IRS Trick I’d Never Seen Before

IRS excise tax

The third amended IRS claim in my client’s case added entries for an excise tax for 2015 and 2016.

Excise tax?  New one on me where the debtor was a general contractor.

I called the IRS agent on the POC for some hints as to what the tax was all about .  I needed to know how to analyze whether it was real and correct.  It was enough money to threaten the feasibility of the already precarious Chapter 13 plan.

Comes back the answer:  it’s the penalty for not having health insurance as required by the Affordable Care Act.

A call to the accountant who prepared the return, and she caught the IRS up in their blunder.

The no-insurance penalty is already included in the debtor’s 1040 on line 61.

Caught double dipping

The original IRS proof of claim carried the unpaid balance from the client’s tax return straight to the claim.

But as I learned, that number already included the tax penalty for no insurance.

So a separate priority claim for “excise tax” was simply duplicative.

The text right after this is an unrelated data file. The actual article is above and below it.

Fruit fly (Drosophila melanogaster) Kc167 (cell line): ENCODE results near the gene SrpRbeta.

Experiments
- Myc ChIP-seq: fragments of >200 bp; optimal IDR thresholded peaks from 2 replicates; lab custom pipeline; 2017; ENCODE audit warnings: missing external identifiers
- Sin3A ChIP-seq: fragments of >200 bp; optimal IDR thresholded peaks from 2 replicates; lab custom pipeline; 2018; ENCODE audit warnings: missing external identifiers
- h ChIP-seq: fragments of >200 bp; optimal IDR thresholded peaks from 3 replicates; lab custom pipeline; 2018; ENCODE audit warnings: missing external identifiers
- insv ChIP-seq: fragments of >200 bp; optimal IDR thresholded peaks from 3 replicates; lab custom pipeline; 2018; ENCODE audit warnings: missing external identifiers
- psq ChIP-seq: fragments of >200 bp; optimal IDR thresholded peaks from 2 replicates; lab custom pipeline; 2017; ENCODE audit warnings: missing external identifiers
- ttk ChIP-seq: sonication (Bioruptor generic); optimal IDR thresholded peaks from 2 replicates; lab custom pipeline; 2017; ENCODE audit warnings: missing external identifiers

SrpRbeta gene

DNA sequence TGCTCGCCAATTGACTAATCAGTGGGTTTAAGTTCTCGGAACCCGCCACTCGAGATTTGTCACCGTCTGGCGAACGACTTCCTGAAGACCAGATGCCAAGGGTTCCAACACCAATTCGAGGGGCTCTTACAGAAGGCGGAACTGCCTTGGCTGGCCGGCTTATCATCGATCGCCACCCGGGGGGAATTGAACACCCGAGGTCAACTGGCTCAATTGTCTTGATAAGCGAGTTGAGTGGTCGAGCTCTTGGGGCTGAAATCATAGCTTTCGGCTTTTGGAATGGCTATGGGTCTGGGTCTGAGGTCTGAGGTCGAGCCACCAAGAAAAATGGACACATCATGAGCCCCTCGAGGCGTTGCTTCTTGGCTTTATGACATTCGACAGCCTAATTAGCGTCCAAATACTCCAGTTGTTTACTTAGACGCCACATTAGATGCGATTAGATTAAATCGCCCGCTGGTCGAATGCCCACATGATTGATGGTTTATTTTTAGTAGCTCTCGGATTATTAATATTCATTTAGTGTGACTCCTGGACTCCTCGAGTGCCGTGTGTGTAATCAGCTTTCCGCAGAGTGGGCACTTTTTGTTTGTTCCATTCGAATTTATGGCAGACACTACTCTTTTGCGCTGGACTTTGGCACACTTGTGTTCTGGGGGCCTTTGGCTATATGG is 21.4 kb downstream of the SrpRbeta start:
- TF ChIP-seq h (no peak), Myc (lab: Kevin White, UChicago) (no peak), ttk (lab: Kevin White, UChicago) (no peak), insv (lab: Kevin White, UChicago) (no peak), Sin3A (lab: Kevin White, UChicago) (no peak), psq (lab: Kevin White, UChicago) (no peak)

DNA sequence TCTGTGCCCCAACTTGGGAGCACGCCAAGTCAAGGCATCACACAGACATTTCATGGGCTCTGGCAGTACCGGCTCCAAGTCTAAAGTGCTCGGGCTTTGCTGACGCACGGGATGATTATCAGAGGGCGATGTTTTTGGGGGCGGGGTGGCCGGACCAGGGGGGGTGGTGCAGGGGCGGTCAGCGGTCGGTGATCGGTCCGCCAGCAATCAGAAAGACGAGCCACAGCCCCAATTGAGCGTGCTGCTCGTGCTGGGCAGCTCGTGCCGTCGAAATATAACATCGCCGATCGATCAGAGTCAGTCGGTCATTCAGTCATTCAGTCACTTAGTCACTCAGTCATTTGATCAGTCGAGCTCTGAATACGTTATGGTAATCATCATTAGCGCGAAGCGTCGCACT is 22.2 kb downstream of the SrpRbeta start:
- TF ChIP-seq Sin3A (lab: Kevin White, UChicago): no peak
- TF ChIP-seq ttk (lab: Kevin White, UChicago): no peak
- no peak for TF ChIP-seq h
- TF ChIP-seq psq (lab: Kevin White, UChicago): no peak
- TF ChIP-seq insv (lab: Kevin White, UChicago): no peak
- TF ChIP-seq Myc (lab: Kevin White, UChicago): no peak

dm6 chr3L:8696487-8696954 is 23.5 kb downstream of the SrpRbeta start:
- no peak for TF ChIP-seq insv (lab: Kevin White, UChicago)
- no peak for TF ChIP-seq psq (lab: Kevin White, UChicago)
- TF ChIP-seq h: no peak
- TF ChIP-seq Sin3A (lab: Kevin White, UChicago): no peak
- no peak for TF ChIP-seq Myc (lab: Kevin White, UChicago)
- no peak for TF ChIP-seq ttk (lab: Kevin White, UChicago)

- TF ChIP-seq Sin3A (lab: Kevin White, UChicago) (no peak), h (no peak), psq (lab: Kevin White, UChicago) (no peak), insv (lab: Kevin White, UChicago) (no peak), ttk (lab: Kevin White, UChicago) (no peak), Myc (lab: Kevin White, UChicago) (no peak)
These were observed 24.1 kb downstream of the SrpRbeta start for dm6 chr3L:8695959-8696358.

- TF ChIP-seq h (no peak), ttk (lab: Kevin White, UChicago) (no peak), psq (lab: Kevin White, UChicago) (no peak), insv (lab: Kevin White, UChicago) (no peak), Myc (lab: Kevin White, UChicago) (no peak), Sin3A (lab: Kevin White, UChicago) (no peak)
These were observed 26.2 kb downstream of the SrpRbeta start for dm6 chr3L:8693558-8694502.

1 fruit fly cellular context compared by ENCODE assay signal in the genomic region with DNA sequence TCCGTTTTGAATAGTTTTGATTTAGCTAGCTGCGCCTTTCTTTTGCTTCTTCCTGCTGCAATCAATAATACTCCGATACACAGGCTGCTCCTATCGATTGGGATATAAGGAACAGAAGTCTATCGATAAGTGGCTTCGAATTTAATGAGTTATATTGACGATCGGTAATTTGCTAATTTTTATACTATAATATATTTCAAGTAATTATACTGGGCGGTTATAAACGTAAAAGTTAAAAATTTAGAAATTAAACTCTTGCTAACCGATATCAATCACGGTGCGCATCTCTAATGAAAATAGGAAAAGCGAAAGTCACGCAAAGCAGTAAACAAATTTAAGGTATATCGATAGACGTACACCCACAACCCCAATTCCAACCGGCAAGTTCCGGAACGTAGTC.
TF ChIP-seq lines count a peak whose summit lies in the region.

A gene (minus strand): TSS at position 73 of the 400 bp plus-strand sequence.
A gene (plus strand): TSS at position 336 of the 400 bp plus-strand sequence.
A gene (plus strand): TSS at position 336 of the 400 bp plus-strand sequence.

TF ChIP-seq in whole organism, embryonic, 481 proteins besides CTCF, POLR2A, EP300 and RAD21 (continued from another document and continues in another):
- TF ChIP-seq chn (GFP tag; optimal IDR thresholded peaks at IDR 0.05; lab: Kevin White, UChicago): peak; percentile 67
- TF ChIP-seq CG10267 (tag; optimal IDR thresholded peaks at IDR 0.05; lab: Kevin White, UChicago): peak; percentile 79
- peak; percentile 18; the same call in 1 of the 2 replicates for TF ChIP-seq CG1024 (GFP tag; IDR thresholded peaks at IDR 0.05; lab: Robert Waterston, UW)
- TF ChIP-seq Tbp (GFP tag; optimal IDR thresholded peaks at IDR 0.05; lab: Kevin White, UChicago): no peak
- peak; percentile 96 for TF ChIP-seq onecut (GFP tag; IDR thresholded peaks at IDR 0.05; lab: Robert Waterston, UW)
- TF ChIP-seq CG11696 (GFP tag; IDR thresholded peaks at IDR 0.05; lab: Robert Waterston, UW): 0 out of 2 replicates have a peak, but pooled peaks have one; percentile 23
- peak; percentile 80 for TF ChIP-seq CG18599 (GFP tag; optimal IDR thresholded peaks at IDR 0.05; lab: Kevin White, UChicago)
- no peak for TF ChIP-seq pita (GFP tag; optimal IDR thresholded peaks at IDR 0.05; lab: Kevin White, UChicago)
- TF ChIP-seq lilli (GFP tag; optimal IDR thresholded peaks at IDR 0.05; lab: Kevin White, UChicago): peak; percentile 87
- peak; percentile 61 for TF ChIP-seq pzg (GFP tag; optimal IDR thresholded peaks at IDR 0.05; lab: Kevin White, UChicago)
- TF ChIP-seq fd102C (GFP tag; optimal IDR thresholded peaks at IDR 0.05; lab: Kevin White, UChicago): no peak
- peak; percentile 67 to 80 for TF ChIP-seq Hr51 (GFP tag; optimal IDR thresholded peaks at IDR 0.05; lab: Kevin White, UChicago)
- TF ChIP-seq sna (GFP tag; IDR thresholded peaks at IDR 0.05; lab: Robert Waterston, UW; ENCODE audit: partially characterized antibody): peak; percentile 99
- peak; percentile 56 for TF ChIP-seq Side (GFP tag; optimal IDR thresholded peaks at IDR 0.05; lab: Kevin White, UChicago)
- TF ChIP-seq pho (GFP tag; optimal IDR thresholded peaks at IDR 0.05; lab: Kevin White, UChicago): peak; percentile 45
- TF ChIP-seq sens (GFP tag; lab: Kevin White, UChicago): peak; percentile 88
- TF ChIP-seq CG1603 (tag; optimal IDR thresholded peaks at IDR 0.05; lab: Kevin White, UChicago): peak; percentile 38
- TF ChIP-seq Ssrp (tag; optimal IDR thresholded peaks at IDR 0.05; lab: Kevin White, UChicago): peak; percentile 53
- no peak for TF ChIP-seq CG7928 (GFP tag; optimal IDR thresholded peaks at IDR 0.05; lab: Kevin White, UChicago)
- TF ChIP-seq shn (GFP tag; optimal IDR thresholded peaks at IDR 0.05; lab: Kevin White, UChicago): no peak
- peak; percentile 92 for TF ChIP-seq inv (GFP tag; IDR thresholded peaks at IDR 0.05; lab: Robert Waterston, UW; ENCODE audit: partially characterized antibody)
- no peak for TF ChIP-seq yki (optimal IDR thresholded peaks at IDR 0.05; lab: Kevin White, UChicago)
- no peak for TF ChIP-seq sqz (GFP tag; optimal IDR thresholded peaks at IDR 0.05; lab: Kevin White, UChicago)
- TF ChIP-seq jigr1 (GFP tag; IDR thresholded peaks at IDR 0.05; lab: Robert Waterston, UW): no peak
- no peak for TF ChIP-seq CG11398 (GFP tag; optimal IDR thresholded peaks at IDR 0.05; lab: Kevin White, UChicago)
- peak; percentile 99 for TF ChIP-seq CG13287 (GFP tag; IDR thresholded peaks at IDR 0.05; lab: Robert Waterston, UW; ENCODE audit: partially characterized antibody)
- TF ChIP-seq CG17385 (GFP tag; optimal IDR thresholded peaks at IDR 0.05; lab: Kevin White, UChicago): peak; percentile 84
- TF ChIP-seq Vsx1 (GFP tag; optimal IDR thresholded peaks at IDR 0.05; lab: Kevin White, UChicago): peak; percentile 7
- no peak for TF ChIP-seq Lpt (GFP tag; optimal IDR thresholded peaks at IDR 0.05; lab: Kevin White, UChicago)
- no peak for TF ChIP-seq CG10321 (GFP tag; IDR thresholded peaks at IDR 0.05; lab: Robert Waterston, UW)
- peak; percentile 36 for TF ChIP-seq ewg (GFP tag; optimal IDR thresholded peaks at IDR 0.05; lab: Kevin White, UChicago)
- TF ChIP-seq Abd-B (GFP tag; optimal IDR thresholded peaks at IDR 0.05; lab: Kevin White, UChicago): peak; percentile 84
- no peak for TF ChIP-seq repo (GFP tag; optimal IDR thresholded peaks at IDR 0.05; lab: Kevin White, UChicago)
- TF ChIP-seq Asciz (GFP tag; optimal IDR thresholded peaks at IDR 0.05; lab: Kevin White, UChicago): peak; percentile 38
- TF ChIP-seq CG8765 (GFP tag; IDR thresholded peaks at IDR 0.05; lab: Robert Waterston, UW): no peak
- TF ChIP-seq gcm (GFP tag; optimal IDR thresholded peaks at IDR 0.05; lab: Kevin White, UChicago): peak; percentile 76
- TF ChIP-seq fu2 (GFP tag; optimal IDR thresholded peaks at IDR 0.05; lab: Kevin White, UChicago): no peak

I have no reason to think, yet, that it’s a nefarious scheme to eradicate the national debt via bankruptcy proofs of claim.  But there was certainly something unsettling about the reaction of  the IRS agent with whom I’ve worked for decades.

When I asked about the “excise tax”, his reaction was a variation on “huh?”.  Then he shouted out to a co worker and repeated to me that I could find the calculations on form 1095.

Only the accountant tells me that form 1095 is the one the employer uses to report providing health insurance.  That form doesn’t appear in the employee’s return.

Be forewarned

I have no idea whether this issue is pervasive or a one-off occurance.

But now you can watch for it and snuff it out where the  client has already shouldered the penalty for going bare.

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